American Heritage® Dictionary of the English Language, Fourth Edition
- adj. Produced or growing from within.
- adj. Originating or produced within an organism, tissue, or cell: endogenous secretions.
Century Dictionary and Cyclopedia
- In bot.: Of or pertaining to the class of endogens; growing or proceeding from within: as, endogenous trees or plants; endogenous growth.
- Originating within; internal; specifically, formed within another body, as spores within a sporangium.
- In anat.: Same as autogenous.
- Inclosed in a common cavity of the matrix, as cartilage-cells.
- In geology, formed within a mass of rock or even within the earth itself: especially employed to describe the effects, in contact-metamorphism, produced in the intrusive rock itself, as distinguished from those in the walls. The common endogenous results are a dense or even felsitic or glassy texture due to the relatively quick chill.
- adj. produced, originating or growing from within
- adj. of a disease, caused by factors within the body
GNU Webster's 1913
- adj. (Bot.) Increasing by internal growth and elongation at the summit, instead of externally, and having no distinction of pith, wood, and bark, as the rattan, the palm, the cornstalk.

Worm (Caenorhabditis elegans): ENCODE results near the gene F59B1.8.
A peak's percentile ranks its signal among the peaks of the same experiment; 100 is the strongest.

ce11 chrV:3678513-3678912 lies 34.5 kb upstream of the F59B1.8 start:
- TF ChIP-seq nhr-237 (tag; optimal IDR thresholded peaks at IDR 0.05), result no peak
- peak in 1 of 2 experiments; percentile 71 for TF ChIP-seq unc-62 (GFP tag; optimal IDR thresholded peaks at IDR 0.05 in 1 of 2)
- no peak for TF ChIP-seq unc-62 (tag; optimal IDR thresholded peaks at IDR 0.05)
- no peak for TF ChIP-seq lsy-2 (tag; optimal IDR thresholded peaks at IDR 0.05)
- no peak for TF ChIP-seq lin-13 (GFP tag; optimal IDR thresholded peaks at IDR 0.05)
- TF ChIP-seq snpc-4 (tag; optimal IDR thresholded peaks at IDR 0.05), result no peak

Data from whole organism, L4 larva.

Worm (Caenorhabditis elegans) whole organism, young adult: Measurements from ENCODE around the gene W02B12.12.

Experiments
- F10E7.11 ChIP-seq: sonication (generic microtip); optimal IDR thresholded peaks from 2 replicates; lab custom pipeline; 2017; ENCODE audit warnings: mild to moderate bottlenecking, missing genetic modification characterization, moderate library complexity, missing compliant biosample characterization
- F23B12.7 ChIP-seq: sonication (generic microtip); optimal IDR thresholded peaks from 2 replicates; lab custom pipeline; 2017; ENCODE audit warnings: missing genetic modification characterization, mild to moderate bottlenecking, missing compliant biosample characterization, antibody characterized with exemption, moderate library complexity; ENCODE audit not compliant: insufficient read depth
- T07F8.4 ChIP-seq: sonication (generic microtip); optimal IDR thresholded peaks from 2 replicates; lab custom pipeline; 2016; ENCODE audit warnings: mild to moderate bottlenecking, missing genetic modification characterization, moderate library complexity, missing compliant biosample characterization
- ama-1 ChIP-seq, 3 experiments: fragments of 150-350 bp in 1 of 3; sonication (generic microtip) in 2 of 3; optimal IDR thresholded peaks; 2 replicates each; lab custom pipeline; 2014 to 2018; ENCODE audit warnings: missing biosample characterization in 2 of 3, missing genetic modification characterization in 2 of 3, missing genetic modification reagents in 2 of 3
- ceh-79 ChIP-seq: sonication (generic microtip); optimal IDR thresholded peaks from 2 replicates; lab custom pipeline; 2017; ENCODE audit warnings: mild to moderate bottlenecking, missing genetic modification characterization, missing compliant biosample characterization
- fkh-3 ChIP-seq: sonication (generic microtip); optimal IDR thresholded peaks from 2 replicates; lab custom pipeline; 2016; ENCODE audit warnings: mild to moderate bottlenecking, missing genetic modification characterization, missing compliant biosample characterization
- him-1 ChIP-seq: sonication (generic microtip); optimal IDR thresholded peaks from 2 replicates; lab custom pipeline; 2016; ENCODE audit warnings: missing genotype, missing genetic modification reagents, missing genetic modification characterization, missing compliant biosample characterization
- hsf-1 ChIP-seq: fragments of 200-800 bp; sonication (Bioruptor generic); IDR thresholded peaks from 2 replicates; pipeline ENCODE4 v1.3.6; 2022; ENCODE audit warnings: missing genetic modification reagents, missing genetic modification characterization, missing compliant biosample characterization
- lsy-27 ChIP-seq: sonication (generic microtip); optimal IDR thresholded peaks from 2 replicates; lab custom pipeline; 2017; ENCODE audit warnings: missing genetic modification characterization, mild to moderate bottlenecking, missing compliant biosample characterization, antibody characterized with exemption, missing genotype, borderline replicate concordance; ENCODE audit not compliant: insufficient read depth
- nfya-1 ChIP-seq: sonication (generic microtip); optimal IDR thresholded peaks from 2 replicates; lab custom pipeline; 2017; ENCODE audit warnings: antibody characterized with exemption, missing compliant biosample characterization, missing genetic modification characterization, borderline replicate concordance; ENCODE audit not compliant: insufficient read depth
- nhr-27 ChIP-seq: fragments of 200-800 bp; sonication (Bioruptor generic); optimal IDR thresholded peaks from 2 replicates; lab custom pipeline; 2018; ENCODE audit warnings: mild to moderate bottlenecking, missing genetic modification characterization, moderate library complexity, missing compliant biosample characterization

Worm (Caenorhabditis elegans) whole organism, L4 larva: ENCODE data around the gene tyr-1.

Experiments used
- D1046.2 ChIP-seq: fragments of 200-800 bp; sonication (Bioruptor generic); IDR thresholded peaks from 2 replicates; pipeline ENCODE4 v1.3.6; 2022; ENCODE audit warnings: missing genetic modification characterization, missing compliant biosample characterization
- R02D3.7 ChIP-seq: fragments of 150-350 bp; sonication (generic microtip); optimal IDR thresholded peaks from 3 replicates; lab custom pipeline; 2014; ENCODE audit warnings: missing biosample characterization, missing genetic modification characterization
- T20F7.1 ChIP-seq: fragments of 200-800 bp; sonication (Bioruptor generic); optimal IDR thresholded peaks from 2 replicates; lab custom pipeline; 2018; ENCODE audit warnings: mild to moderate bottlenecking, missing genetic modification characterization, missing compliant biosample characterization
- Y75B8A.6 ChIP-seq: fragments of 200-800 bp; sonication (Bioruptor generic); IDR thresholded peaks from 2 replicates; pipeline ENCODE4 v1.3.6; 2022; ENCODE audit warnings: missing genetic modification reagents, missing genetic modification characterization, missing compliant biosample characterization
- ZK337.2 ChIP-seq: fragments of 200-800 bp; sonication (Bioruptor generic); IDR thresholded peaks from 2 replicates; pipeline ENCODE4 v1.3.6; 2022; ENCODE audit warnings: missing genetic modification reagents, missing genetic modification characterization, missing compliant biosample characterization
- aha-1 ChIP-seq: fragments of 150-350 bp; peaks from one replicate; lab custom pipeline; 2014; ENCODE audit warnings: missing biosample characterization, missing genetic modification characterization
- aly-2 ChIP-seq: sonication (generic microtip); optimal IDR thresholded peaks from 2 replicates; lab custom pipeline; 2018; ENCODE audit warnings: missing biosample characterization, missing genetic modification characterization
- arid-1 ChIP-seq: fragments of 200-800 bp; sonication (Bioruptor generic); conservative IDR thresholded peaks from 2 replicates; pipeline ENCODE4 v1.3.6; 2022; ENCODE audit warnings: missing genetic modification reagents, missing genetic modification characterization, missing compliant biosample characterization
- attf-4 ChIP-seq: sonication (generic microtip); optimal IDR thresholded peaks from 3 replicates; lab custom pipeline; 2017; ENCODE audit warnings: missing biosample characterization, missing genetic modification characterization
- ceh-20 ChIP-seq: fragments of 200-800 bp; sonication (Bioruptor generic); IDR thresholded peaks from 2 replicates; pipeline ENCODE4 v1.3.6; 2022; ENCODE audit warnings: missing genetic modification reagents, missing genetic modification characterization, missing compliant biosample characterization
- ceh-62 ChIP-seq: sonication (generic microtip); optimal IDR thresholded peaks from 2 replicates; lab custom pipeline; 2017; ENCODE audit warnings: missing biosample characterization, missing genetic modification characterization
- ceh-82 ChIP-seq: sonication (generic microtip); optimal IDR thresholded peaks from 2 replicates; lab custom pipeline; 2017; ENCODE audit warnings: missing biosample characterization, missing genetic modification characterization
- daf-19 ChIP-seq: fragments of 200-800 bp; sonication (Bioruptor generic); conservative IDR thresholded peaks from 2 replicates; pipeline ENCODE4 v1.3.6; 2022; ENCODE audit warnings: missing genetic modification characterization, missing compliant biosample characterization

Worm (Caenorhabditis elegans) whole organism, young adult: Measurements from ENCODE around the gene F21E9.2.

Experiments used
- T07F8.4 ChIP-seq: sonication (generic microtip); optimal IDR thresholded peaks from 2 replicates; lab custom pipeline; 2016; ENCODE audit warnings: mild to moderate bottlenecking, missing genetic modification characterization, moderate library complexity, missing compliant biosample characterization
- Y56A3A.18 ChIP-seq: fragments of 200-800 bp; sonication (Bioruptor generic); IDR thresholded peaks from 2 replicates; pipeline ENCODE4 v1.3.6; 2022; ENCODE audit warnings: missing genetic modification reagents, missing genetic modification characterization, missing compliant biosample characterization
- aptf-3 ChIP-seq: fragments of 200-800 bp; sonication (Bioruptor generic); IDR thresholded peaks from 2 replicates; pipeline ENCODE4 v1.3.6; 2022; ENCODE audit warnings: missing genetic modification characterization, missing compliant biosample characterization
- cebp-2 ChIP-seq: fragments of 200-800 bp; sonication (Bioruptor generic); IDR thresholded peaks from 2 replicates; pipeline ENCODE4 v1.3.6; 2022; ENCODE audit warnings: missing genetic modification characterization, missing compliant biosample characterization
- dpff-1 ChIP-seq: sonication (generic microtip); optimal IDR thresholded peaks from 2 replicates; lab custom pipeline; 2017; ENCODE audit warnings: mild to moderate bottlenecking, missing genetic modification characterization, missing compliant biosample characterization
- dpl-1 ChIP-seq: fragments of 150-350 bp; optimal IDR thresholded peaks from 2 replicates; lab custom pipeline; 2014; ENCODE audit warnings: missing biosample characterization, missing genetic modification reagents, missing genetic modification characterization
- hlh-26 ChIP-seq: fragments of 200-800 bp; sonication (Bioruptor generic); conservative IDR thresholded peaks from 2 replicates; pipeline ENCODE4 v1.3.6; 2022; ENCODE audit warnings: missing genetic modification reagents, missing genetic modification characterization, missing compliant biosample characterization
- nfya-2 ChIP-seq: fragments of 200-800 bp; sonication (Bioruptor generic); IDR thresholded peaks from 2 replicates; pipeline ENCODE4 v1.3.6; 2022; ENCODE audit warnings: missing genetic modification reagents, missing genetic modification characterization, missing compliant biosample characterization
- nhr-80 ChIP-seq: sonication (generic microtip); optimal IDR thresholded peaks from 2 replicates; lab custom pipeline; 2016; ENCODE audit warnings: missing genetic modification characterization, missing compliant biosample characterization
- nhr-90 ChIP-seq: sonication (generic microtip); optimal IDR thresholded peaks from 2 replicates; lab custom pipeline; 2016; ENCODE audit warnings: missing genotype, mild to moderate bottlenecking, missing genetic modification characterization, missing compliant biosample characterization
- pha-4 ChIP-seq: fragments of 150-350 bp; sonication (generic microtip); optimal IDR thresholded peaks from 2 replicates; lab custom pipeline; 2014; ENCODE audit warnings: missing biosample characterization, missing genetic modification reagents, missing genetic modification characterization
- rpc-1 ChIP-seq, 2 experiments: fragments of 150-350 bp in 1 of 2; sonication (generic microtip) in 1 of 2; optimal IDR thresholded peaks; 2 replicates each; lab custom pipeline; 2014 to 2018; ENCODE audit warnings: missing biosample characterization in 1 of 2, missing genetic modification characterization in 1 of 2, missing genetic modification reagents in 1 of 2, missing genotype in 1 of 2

- adj. (Biol.) Originating from within; increasing by internal growth.
- adj. of or resembling an endogen
- adj. derived or originating internally
- endo- + -genous (Wiktionary)
“And as I said, thank goodness it was time-limited, but it made me realize that there are people who are suffering with what we call endogenous depression.”
“Note: for more info on these chunks of viruses in DNA, google the phrase endogenous retroviruses.”
“Law, rather than being determined or imposed apart from or outside of the factors one is studying, is often "endogenous" -- meaning loosely that law is often both cause and effect.”
“This so-called endogenous depression was a crippling type of psychosis believed to be caused by a genetic abnormality.”
“How this happens is the subject of a branch of economics called endogenous growth theory.”
“It's called the endogenous growth theory, designed to give the appearance of prosperity in the short term to enable Brown to get into No. 10, but an economy fuelled by record levels of debt, and public spending is unsustainable and will burst before very much longer.”
“The other class is called endogenous, and increases by layers applied to the inside; and when the hollow there is full, the growth is stopped — the tree must die.”
“An analysis of the published version of the model reveals that it has a bias towards being capacity-endogenous, that is, it sees the economy as being relatively unconstrained.”
“The terms endogenous and reactive have no etiologic implications.”
These user-created lists contain the word ‘endogenous’.
A collection of words found in English that are either purely Greek or have Greek etymology.
Please add with caution and certainty. Will be regularly updated by me.
terms found in documentation for implantable medical devices and IVD equip
â€œthat which produces,â€
Gk. genÃ©s 'born, produced';
L. genus, 'kin')
words seen in the economist, or likely to appear there.
producing; inducing; originating in
My big word list.
Words listed first by me that don't belong in any other list.
Looking for tweets for endogenous.